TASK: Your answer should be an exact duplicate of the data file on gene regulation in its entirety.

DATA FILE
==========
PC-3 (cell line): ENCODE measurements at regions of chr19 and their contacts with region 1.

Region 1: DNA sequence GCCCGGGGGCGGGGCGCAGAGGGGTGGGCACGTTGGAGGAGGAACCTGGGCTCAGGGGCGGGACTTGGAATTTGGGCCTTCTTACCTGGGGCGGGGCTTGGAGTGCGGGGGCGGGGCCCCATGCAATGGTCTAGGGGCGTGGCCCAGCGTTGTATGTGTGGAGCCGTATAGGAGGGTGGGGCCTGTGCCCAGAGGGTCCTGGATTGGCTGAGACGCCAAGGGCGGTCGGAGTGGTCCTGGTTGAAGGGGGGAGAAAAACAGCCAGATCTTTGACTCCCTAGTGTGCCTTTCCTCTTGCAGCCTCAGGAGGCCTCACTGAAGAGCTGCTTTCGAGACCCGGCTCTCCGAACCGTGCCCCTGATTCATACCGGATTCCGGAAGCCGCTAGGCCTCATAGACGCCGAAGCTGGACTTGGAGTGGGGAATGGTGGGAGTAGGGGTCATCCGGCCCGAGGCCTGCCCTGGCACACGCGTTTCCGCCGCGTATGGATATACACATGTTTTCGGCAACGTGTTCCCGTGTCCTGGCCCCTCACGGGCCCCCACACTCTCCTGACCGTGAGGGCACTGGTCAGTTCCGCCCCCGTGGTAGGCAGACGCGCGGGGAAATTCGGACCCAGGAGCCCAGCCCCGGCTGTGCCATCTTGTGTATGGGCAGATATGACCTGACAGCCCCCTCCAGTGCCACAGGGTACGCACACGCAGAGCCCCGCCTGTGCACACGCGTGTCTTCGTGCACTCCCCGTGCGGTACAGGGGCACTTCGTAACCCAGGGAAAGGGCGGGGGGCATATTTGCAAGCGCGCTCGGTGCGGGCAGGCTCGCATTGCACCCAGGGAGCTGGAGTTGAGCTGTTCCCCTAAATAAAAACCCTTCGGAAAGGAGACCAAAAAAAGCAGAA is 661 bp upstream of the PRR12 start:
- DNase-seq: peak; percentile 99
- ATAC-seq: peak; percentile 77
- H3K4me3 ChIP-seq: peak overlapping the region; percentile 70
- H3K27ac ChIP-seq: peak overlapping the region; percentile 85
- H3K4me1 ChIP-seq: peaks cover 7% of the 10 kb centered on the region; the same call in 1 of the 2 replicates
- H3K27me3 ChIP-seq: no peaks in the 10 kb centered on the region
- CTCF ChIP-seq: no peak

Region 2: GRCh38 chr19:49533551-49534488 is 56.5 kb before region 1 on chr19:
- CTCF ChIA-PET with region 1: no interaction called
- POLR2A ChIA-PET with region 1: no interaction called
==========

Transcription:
PC-3 (cell line): ENCODE measurements at regions of chr19 and their contacts with region 1.

Region 1: DNA sequence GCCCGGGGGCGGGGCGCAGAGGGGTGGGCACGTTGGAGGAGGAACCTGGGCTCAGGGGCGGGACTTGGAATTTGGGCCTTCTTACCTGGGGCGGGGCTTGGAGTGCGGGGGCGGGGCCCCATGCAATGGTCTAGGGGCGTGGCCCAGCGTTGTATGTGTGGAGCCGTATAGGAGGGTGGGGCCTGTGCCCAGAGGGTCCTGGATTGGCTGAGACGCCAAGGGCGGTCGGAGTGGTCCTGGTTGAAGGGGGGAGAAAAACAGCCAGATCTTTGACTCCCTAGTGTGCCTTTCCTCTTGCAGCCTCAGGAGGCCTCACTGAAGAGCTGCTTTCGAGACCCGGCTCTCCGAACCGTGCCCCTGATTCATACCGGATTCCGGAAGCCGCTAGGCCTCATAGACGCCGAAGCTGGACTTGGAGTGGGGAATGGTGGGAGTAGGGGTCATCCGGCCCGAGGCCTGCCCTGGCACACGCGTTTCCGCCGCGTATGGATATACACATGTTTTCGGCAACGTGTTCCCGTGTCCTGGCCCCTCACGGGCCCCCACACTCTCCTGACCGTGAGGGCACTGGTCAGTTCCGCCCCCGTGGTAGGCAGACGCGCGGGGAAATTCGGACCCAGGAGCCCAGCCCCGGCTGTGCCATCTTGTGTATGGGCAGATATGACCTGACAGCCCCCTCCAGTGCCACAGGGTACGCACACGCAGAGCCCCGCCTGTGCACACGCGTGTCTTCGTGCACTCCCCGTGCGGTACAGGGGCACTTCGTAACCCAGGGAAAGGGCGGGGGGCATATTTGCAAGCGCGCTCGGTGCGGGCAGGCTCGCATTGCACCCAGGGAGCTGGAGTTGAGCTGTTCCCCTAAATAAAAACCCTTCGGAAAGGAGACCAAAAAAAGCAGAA is 661 bp upstream of the PRR12 start:
- DNase-seq: peak; percentile 99
- ATAC-seq: peak; percentile 77
- H3K4me3 ChIP-seq: peak overlapping the region; percentile 70
- H3K27ac ChIP-seq: peak overlapping the region; percentile 85
- H3K4me1 ChIP-seq: peaks cover 7% of the 10 kb centered on the region; the same call in 1 of the 2 replicates
- H3K27me3 ChIP-seq: no peaks in the 10 kb centered on the region
- CTCF ChIP-seq: no peak

Region 2: GRCh38 chr19:49533551-49534488 is 56.5 kb before region 1 on chr19:
- CTCF ChIA-PET with region 1: no interaction called
- POLR2A ChIA-PET with region 1: no interaction called